WIC (The Special Supplemental Nutrition Program for Women, Infants and Children) provides nutrition assistance to low-income pregnant women and mothers with children up to age five. It features healthy food vouchers. It also offers nutrition education and breastfeeding support.
Many U.S. kids only get three meals a day when school is in session, so COVID-related school closures have increased food insecurity. Families who have lost access to free or reduced-price school meals can apply for Pandemic EDP Food Support.
The U.S. Department of Agriculture (USDA) funds this nationwide program. It provides supplemental food during the weekends, after school and over summer vacation. Sites across the country distributed the food.
There are also resources close to home. Start in your own neighborhood, place of worship or community center. Or reach out through your existing social or professional networks.
“Start super local," recommends Jiwon McCartney, Founder and CEO of Fight2Feed, which offers services in Chicago, Kansas City, Atlanta, Boston and Pensacola, FL. “There's a lot of community support, a lot of initiatives emerging that are very focused on taking care of each other."
If you need food immediately, there are free meals served all over the country. Many have shifted to pre-prepared food bags and boxes instead of the traditional communal meal due to social distancing recommendations.
National organizations like The Salvation Army serve in many cities. Many homeless shelters and senior centers focus on their own specific populations. Meals served in churches, mosques, temples and community centers are usually open to all.
Food pantries distribute food to individuals in need. There are many food pantries in the U.S. Urban areas often have several.
They operate on three basic models: the standardized model, the choice model or a hybrid of the two. Some are income based.
This method provides the same food to every recipient, often in boxes or bags. It's easy for pantry workers to include nutritionally balanced meals and to distribute them quickly.
Some food pantries have switched to this model during the pandemic since it minimizes contact and maximizes social distancing. It also helps newcomers feel comfortable. McCartney has seen their drive-ups used for just this reason.
“They can just load up their car and go," she says. “They can go there and be anonymous."
The choice pantry encourages people to “shop" for their own items. They're helpful for individuals with food allergies and religious food restrictions. Those with limited cooking skills, storage space or kitchen utensils can choose only what they can use. Many food pantries stock items for people who only have a microwave, hotplate or countertop grill.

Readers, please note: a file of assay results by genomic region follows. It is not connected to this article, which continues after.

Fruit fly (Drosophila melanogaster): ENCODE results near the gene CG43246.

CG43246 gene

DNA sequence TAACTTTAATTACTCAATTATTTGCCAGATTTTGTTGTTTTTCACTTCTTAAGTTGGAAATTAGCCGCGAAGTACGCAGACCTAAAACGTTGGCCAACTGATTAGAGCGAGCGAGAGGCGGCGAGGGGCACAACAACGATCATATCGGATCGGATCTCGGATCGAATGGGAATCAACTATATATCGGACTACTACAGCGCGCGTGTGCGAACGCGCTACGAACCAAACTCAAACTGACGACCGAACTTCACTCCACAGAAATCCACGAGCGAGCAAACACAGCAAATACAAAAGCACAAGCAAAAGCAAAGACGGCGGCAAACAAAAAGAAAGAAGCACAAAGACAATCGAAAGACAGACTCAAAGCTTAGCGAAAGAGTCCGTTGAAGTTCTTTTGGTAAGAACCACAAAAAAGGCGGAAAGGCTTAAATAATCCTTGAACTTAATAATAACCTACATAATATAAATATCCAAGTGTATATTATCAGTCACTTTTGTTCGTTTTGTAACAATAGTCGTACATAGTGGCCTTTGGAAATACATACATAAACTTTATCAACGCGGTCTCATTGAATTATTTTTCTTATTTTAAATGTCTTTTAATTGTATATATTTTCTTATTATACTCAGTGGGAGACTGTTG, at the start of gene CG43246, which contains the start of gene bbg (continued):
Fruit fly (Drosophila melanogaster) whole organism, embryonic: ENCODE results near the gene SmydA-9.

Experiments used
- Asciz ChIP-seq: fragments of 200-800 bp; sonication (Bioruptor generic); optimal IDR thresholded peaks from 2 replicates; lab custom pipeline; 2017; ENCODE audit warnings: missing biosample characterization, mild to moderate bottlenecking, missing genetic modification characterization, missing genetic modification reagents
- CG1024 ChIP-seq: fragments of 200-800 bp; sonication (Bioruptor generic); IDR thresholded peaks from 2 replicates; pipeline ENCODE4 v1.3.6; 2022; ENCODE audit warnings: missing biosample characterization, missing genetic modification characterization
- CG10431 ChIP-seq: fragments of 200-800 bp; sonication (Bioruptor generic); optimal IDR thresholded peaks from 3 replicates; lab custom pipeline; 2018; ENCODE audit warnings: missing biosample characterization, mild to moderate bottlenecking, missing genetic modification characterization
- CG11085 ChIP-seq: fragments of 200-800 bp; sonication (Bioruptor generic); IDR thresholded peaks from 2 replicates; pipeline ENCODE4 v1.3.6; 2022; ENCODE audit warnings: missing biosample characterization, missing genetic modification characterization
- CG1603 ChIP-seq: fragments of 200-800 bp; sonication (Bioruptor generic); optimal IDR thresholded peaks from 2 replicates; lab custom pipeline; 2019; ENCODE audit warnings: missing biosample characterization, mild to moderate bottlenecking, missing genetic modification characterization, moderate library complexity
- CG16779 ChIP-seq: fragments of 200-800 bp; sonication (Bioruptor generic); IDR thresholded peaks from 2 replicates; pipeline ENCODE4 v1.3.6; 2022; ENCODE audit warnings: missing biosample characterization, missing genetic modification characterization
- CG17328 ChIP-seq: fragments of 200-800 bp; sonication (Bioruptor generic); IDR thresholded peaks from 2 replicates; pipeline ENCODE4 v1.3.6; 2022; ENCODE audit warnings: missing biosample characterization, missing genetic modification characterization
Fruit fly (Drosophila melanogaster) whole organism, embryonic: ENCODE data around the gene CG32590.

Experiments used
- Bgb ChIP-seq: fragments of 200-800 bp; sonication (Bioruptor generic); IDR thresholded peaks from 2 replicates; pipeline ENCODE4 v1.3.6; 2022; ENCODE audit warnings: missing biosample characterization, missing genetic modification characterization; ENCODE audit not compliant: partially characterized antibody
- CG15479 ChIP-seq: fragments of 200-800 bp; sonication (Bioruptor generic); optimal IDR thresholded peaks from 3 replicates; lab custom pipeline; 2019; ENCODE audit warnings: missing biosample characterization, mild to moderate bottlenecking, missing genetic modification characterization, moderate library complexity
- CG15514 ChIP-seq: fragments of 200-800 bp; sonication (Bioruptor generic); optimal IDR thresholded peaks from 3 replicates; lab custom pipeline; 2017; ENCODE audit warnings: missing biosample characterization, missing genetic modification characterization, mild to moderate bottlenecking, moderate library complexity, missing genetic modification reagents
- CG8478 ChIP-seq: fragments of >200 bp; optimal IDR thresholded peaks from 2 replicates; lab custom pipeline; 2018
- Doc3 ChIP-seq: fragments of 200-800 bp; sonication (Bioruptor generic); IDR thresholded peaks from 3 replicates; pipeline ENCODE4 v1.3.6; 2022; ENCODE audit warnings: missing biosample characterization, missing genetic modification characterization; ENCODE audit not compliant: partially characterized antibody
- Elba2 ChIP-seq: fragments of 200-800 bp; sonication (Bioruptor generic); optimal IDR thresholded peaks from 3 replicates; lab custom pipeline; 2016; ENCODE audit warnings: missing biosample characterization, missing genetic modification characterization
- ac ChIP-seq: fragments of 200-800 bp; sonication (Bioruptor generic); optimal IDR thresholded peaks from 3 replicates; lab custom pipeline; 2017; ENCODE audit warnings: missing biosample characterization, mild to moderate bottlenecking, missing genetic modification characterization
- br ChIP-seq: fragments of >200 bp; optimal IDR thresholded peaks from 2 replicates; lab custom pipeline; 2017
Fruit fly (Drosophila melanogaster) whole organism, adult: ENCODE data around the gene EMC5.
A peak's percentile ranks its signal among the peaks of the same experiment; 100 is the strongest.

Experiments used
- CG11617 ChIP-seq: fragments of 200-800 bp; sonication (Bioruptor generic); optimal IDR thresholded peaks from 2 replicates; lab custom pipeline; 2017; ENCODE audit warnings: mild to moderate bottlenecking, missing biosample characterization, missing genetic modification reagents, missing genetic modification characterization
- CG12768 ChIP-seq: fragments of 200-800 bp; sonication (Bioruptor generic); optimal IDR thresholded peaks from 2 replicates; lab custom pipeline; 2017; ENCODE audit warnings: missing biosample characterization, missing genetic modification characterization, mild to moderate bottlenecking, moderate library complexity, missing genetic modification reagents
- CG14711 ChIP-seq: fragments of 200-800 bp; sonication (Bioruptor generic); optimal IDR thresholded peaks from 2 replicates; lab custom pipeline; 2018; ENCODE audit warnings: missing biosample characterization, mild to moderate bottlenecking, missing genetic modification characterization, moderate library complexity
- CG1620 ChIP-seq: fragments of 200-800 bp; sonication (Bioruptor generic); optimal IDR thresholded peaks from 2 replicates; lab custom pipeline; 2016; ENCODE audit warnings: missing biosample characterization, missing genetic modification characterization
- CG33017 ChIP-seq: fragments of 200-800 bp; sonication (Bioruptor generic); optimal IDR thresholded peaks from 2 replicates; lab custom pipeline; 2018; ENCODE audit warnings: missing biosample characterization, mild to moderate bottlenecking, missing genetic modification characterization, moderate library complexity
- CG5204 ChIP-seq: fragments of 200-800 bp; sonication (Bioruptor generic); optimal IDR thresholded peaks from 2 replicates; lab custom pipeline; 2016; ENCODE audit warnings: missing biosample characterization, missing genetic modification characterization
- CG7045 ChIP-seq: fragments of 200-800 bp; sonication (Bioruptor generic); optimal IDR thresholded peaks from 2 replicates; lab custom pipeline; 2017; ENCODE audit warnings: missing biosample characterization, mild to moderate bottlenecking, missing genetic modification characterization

For kitchens equipped with an oven or stovetop, Calvert recommends choosing versatile staples like pasta, rice, beans, tomato sauce, ground chicken or beef. You can combine them to make several different meals. Food shelf workers can share how to make ingredients last. Friends and family can help you prepare food on a budget, too.
“Make friends with your home economics teacher or whoever cooked in your home," Calvert advises. “Be willing to stretch your knowledge. You're going to have to grow as a cook in order to put the same things together to make a different meal."
It can be a challenge for the elderly, the disabled, the chronically ill and those without reliable transportation to pick up food themselves. So, home delivery options are vital.
The national Meals on Wheels program is a well-known example of this model. But numerous programs exist for veterans, seniors and the disabled.
Instead of a one-way relationship where one party is a giver and one is a receiver, mutual aid builds networks. The service model expanded during the pandemic. Now neighbors deliver groceries, offer medical assistance, arrange ride shares and provide other resources.
“Look for your community mutual aids in churches, in community centers. Some are just food; some are politically driven," McCartney notes. “That's not necessarily a bad thing. Just be aware of it."
A network of community gardens is growing across the country. Some are neighborhood-based. Clubs, nonprofit organizations or places of worship host many gardens, as well. They provide seasonal produce, often in exchange for volunteering.
Many organizations and professional groups share free meal offers, vouchers and gift cards for members who have fallen on hard times. Friends and colleagues deliver food through coordinated meal trains.
Groups spread the word through official websites, newsletters and social media accounts. Facebook groups, group texts, email newsletters and WhatsApp messages also help spread the word.
McCartney points to a program that provides specialty foods from restaurants to out of work restaurant and bar employees as an example of this type of partnership. Fight2Feed referred people to the program. The close-knit restaurant community also alerted their colleagues in need.
Food insecurity is a complex and widespread problem. But there are many tools available to keep food on the table. Millions of Americans working together to help.
“You're not alone," says McCartney. “We're all in the same boat and we're just trying to make it through. There's help. There's food. And there's hope."